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Boosting employment opportunities for lawyers

Published by The Nation on Tue, 23 Jun 2015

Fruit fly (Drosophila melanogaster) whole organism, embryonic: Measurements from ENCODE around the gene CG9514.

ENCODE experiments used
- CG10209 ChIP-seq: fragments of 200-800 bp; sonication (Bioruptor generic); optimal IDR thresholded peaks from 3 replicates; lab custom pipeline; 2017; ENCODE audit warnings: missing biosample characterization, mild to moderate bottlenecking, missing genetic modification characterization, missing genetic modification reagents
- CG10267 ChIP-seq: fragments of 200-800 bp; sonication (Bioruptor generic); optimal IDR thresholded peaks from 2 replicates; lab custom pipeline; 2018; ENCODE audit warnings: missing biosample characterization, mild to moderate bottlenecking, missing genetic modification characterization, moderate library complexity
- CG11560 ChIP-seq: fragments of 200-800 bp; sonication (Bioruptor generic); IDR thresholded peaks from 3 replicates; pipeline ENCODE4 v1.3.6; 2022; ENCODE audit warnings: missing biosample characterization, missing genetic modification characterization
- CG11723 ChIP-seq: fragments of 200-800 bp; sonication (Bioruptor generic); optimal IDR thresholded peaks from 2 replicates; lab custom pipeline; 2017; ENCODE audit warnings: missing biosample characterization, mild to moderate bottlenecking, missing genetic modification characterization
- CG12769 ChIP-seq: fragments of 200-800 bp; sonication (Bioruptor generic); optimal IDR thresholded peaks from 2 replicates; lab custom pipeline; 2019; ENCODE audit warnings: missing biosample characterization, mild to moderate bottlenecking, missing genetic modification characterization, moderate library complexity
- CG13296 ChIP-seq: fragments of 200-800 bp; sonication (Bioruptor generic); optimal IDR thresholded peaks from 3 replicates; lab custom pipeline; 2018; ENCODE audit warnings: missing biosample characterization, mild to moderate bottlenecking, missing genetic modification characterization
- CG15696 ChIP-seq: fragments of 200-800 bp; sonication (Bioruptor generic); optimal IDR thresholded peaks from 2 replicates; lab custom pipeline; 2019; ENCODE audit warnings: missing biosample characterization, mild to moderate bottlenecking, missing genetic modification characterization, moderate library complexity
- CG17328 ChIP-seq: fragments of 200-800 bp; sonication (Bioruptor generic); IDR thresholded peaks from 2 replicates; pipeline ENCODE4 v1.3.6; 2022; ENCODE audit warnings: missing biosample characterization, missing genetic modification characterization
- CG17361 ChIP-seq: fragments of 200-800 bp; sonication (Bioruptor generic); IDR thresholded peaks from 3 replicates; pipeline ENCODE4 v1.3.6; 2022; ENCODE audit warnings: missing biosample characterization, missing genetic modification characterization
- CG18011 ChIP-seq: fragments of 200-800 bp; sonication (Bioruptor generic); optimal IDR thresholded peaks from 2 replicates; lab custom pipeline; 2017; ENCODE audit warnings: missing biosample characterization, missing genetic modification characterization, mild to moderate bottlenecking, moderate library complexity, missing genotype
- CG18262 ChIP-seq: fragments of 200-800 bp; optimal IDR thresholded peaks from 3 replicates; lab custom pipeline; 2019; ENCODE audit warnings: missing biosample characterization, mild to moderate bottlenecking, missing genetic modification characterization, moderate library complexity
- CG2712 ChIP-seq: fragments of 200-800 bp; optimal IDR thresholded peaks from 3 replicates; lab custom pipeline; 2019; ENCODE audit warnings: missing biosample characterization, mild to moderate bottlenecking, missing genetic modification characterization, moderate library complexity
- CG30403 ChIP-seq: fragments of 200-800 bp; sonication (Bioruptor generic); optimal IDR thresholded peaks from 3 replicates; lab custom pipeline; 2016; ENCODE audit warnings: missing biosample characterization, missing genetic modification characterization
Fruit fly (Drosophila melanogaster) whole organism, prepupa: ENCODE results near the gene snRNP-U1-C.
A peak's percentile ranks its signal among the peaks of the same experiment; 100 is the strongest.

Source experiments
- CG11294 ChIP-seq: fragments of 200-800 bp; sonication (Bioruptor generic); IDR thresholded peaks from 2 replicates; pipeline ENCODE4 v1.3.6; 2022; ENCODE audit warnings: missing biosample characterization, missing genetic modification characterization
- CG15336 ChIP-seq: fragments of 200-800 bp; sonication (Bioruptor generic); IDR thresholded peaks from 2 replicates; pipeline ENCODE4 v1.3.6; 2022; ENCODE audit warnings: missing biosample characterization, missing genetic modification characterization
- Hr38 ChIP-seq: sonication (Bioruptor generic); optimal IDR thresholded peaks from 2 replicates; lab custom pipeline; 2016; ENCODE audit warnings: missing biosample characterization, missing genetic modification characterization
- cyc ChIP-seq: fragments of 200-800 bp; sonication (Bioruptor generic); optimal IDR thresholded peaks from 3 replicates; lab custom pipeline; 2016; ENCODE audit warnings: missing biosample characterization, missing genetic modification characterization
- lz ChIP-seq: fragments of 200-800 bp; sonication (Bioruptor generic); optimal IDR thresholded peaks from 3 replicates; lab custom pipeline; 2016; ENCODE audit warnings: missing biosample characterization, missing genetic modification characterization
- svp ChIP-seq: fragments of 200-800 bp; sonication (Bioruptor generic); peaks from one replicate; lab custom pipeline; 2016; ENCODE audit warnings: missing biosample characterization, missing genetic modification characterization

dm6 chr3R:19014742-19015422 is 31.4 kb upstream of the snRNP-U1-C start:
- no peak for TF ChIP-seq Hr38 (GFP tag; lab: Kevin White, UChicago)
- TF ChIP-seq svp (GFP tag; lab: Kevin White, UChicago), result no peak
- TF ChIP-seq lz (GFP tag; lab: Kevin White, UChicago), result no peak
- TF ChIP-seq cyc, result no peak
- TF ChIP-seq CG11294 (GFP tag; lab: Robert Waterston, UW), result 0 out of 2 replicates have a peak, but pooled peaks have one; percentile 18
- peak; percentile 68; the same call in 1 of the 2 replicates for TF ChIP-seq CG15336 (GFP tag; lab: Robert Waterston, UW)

A lawyer, Tunde Olofintila, identifies other employment opportunities for lawyers outside the courtroomWhen lawyers gather, be it in the hallowed bowels of the court and tribunal halls where they slug it out to resolve the mystery of legal cases or at workshops, seminars or learned conferences where they dig deep into the foundation, practice and interpretation of Law, the attitude, colour and character of their gathering are always the same: some serious business. The recently concluded 48thConference of the Nigerian Association of Law Teachers (NALT) was no exemption to this norm and time-tested practice.It was serious business right from the opening ceremonies when the frontline legal icon and Founder of AfeBabalola University, Ado-Ekiti (ABUAD), Aare Afe Babalola (SAN) and the Hon. Justice IbrahimTanko Muhammad of the Supreme Court addressed the Law Teachers and wittingly or unwittingly set the agenda for this years Conference. As it were, majority of what the duo said at the opening ceremonies later formed the pith of the deliberations of the Conferees and the meat of their communique.In tandem with the theme for the Conference Mainstr-eaming Interdisciplinary Approach to Legal Education: Imperatives for the Development of Nigeria, Babalola, a man who roars where angels tremble to whisper,frontally tackled such contentious issues as the place and import of Law Teachers as experts and specialists in Law, funding of quality Education, admission into Colleges/Faculties of Law, the running of the Law School, Interdisciplinary Approach to Legal Education and appointment of Senior Advocates of Nigeria (SANs) as well as Extension of Funds to Non-Profit Private Universities. Such weighty issues could not have escaped the powerful rays of his searchlight.For example, Babalola would not fathom why it is difficult for Nigeria to step up the current allocation of about 7% of its national budget to fund education to meet the UNESCO recommendation of at least 25% of the national budget of every country should be dedicated to education, the fact that it has to grapple with other matters such as health care delivery, security and infrastructural development as well as funding of education notwithstanding.He would not be taken in on why the annual budget of $7,130,137,243 which translates to N1,212,123,331,310 for North California State University in 2012 could be more than the Federal Government of Nigerias budget of N495,456,130,065 for 50 Federal Universities and UBE (Universal Basic Education) which translates to 40.88% of the budget allocation of American University within the same time frame.As for the Hon. Justice Muhammad who stood in for the Chief Justice of Nigeria, the Hon. Justice Mahmoud Muhammad, he counselled all lawyers, Judges, Law teachers and indeed all stakeholders in the legal profession to play significant roles in sanitizing the legal profession by identifying and flushing out all the bad eggs in order to restore the dignity and honour that had been the hallmark of the noble profession in yester years.According to Muhammad, the legal profession has been facing a lot of challenges from within and from without as a result of bad eggs amongst (some) practising lawyers, (some Judges) and even from Academics and therefore implored the Law teachers, whom he described as a collection of great minds who have the onerous responsibility of moulding the character and minds of students, for positive contributions to the political development of this country.After four days of rigorous and painstaking sessions and copious drinking from the fountain of experience and knowledge of some erudite Judicial Officers of note, seasoned Legal Practitioners and Legal Academics from all over the world, the Law Teachers, through the communique at the end of their 48thConference, returned a unanimous verdict that a lot still needs to be done to make the wheel of justice run faster and smoother in the overall interest of the administration of justice in Nigeria.Determined to insulate Law graduates from the ever expanding unemployment market, the Association advocated for an immediate expansion and reformation of the curriculum of legal education in Nigeria to accommodate new areas of market economics and developmental studies such as Agriculture, Medical Science, Physiology, Nursing, Sociology, Psychology and Marketing among others, reasoning that such immediate expansion and reformation of the curriculum will guarantee rapid development of the different spheres of the society and make law graduates employable in different fields of human endeavor.In addition to the above, they advocated that a new curriculum with respect to cyber-law should be developed for Nigerian Universities in keeping with the practice in other jurisdictions, such as the United States and the United Kingdom to enable Nigerian trained lawyers handle the increasing legal challenges thrown up by the fast growing cyber technology.Considering the importance of Information and Communication Technology in the 21st Century and the concomitant phenomenon of rapid globalisation, it is imperative for Nigeria to facilitate the development of information and knowledge-based economy through the instrumentality of law. Consequently, Information Technology law should be carried out as a law course to be taught in the penultimate law of the basic law programme in all Faculties/Colleges of Law in Nigerian Universities.To make Nigerian lawyers really relevant in the competitive global market, there is the need for Nigerian Universities to ensure that undergraduate students, especially in Law, undergo entrepreneurial training to endow them with skill and competences that can empower them to be self-employed and sharpen their capacity to have legitimate sources/streams of income. Legal education in Nigeria must strive to achieve synergy between the law graduate and the society in such a way that our universities will not just be turning out job seekers who become stranded when there is no vacancy in both the public and private sectors.In addition to the above, there is an urgent need to re-evaluate and re-engineer the Nigerian postgraduate education in Law in terms of designing more suitable research methodologies with a view to accommodating new frontiers of knowledge, Information and Communication Technology as well as entrepreneurial studies. This would in turn ensure response to current realities, global competitiveness and relevance.With multi-disciplinary training, lawyers can be gainfully engaged in Advocacy, as Solicitors or in Educational and Research Institutes where the likes of Prof. Ben Nwabueze, Prof. ItseSagay, Prof. G. A. Olawoyin, Prof. I.O Agbede and Prof. P.A. Oluyede as well as Prof. Ayo Ajomo among many others have made indelible marks.Other areas Lawyers can be active players are Commerce, as Realtors, Government Agencies like National Agency for Food and Drug Administration (AFDAC), the Independent Corrupt Practices Commission (ICPC), the Economic and Financial Crimes Commission (EFCC) as well as Governance and Politics where lawyers like Mahatma Gandhi, Winston Churchill, Oliver Tambo, Nelson Mandela, Margaret Thatcher, Abraham Lincoln, Barack Obama and Obafemi Awolowo have shaped the course of history and governance in the contemporary world.Besides, many lawyers could be appointed as Special Advisers, Research Assistants in addition to working as Arbitrators, Concilliators and Mediators, in the Ministry of Justice, both at the Federal and State Civil Service, the International Civil Service, Field and Protection Officers in Conflict and Post Conflict areas, the Industries, Legislative Houses and of course, the Judiciary, where they could rise to become Magistrates and Judges.NALT emphasised that conscious efforts should be made to adopt the comparative and global perspectives to legal education in Nigeria both at the Law Faculties and at the Law School against the current trend which focuses mainly on domestic/municipal laws which cannot guarantee the production of legal practitioners who can respond effectively to the growing challenges of globalization, adding that curricula of legal education in the Universities and the Law School should be restructured to incorporate comparative and global legal studies for the benefit of Nigerian lawyers who desire to play at the global level.The law teachers would like the criteria for the appointment of Senior Advocates of Nigeria (SANs), particularly as they apply to the Academic Category, to be reviewed to accommodate more academics who meet the minimum requirements for appointment into the silk in tandem with the practice in England where every qualified applicant gets appointed as Queens Counsel (QC), the British equivalent of SAN.The post Boosting employment opportunities for lawyers appeared first on The Nation.]]>